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Illawarra Mercury (Fairfax newspaper) Interview with Pyotr Patrushev                   

His escape had to be made under the cover of darkness, and Pyotr Patrushev knew he had only one night to make it across the more than 30km of cold waters to safety.

He admits that years later, knowing what he now knows, he may have been a little scared of what he was about to do, but as an 20-year-old with only one thing on his mind the marathon swim didn’t seem that big a deal.

After all he knew that if he stayed in Russia he was going to be killed anyway.

On an early spring night from the border town of Batumi, Patrushev set off – in the dark, wearing  swimming trunks and a pair of flippers, and plunged in to the waters of the Black Sea heading for Turkey.

It was 30 years before he returned to his native homeland of Siberia, but his escape was one of the most daring in Soviet history and resulted him being sentenced to death by the Soviet courts for high treason – a charge that was only downgraded in 1989.

Now in his mid 60s, Patrushev lives on the idyllic and peaceful coastline of Jervis Bay – a far cry from his boyhood in freezing Siberia, but the softly spoken gentleman says the South Coast reminds him very much of his homeland.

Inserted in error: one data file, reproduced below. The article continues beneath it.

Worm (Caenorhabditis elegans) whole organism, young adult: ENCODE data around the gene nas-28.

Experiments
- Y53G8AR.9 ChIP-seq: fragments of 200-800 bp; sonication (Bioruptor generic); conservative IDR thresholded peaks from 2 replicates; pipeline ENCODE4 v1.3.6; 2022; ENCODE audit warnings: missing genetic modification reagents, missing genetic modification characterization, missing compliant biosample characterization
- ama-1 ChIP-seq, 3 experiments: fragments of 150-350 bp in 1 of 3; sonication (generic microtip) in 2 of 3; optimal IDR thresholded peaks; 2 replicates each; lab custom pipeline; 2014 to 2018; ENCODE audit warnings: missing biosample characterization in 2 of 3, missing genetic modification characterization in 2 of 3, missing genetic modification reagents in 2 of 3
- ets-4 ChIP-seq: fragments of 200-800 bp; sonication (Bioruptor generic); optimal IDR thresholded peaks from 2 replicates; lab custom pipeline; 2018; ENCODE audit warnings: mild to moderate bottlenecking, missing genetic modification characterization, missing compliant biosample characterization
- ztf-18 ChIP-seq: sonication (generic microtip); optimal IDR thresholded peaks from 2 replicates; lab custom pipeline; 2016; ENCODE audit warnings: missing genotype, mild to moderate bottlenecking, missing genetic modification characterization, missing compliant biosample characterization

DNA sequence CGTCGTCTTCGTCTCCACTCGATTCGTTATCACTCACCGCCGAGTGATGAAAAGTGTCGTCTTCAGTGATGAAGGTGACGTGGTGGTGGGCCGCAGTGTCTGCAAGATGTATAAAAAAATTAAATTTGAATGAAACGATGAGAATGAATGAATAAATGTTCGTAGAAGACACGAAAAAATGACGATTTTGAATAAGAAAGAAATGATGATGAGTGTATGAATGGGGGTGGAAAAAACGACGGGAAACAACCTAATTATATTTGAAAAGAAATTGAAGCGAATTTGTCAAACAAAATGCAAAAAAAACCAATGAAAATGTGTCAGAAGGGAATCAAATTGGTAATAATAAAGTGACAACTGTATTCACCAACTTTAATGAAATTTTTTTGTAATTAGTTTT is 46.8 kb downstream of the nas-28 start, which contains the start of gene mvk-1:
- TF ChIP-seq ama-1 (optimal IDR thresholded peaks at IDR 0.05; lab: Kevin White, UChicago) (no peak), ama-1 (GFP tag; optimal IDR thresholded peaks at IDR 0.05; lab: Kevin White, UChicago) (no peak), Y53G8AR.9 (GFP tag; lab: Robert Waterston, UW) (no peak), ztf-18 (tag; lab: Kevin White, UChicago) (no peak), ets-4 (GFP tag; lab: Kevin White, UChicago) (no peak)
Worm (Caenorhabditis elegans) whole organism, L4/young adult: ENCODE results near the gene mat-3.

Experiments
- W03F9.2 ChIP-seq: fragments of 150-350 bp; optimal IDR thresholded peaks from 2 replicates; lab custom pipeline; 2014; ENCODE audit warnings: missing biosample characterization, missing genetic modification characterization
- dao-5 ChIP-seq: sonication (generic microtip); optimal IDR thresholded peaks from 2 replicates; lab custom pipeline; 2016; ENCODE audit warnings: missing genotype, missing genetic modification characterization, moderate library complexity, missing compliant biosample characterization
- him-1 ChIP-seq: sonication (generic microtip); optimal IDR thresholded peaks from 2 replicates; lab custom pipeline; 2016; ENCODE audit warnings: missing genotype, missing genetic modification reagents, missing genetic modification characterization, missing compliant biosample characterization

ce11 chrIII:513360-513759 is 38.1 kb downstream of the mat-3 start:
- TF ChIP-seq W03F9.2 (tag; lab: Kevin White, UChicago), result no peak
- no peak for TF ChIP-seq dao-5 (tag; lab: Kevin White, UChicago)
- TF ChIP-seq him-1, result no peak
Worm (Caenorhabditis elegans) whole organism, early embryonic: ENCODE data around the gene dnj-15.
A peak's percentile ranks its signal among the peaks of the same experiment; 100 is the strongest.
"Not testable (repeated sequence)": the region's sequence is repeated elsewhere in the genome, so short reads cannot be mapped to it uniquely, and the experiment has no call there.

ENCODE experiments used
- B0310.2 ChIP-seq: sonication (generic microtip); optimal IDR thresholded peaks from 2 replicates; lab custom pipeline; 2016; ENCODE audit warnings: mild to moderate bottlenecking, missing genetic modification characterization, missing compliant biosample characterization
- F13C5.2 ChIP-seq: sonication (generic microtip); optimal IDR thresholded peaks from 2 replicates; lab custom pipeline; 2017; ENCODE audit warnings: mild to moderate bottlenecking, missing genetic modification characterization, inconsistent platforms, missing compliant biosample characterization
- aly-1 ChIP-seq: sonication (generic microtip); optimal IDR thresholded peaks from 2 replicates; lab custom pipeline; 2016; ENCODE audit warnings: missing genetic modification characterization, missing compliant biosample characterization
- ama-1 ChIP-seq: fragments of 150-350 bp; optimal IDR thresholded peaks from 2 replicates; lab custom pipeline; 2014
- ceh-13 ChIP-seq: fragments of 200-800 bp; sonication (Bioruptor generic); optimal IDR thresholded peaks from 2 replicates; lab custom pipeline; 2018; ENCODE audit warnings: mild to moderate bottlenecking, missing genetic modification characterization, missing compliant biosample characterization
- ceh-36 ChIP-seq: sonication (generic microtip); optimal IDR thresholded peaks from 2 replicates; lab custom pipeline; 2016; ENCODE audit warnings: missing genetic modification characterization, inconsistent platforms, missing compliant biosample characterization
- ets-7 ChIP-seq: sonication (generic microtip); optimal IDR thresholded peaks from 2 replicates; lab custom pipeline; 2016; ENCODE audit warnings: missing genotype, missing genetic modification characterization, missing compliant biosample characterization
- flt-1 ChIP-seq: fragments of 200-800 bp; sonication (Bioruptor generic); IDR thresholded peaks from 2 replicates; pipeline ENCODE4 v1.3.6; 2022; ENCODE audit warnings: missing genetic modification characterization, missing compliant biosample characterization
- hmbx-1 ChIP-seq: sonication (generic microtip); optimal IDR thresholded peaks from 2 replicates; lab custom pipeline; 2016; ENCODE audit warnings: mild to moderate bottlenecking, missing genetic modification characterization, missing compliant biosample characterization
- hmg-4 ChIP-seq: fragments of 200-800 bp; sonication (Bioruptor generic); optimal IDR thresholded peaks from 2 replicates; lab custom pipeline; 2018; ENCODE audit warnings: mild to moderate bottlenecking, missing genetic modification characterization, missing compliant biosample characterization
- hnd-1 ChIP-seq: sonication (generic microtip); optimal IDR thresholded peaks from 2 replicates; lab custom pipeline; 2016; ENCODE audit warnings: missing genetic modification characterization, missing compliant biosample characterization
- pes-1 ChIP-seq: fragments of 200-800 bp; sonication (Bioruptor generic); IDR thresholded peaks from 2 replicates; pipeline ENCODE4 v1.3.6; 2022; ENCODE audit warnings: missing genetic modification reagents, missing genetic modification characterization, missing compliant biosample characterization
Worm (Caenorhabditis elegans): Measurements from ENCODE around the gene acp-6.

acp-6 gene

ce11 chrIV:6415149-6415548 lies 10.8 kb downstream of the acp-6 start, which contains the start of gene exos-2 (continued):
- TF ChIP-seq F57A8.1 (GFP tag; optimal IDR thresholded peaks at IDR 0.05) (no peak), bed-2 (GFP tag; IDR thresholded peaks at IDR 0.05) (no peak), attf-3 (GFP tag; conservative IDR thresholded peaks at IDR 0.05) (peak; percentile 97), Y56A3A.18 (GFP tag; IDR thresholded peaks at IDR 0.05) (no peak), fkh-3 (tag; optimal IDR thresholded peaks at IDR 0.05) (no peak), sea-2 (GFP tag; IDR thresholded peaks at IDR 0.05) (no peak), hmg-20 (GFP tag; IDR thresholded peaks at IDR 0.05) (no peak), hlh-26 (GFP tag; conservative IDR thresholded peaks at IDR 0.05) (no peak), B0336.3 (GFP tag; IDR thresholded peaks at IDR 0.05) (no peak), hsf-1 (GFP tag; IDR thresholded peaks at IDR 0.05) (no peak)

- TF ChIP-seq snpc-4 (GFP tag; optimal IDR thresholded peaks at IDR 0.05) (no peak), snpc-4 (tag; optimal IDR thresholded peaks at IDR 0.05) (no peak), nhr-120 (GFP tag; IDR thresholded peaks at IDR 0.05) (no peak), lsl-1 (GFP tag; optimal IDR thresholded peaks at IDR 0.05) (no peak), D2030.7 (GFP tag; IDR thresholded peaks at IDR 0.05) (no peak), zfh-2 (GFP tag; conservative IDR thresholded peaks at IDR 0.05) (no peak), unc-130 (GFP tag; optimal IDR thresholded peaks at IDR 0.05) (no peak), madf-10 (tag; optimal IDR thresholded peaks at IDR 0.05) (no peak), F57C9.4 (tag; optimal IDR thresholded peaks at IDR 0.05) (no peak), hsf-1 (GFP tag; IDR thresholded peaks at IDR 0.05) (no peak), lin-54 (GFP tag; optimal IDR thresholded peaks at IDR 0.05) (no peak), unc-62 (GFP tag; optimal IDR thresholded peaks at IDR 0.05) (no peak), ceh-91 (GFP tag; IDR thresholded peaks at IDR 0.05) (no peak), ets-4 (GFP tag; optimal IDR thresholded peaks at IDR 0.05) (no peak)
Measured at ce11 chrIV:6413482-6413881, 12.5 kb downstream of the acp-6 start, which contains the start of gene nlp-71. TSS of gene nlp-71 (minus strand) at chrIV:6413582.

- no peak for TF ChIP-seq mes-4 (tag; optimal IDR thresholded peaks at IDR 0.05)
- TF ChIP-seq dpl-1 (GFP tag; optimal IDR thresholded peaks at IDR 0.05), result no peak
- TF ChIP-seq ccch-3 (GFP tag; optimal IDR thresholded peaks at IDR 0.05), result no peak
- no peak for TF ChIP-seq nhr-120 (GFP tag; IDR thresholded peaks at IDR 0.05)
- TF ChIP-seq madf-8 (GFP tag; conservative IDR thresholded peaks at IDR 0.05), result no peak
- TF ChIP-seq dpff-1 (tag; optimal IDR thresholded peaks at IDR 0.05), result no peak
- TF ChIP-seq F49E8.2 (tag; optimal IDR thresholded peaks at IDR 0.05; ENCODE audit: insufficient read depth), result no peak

I grew up with nature, which is probably what gave me the strength to do what I had to do,” he says.

I would go hunting and fishing in the forests around our village. Sure we endured great privations, but those forests and streams were teeming with fish and animals. It was cold, but you dressed for it and were used to it.

Looking back now I have memories of unspeakable beauty of the forests and sunshine glistening on the snow.

It wasn’t actually only the beach that drew me here, although I swim in it every day – it was the fact this place is also surrounded by forests and bush, like when I was growing up.”